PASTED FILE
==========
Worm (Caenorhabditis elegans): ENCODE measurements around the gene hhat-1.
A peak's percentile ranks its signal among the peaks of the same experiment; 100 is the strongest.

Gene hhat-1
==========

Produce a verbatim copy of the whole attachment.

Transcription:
Worm (Caenorhabditis elegans): ENCODE measurements around the gene hhat-1.
A peak's percentile ranks its signal among the peaks of the same experiment; 100 is the strongest.

Gene hhat-1